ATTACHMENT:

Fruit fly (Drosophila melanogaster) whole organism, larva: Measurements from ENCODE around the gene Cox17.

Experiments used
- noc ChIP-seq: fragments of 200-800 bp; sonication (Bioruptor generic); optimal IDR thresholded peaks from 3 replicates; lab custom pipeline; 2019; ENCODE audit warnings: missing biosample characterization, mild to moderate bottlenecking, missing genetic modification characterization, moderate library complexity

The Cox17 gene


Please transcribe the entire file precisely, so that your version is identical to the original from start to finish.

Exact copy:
Fruit fly (Drosophila melanogaster) whole organism, larva: Measurements from ENCODE around the gene Cox17.

Experiments used
- noc ChIP-seq: fragments of 200-800 bp; sonication (Bioruptor generic); optimal IDR thresholded peaks from 3 replicates; lab custom pipeline; 2019; ENCODE audit warnings: missing biosample characterization, mild to moderate bottlenecking, missing genetic modification characterization, moderate library complexity

The Cox17 gene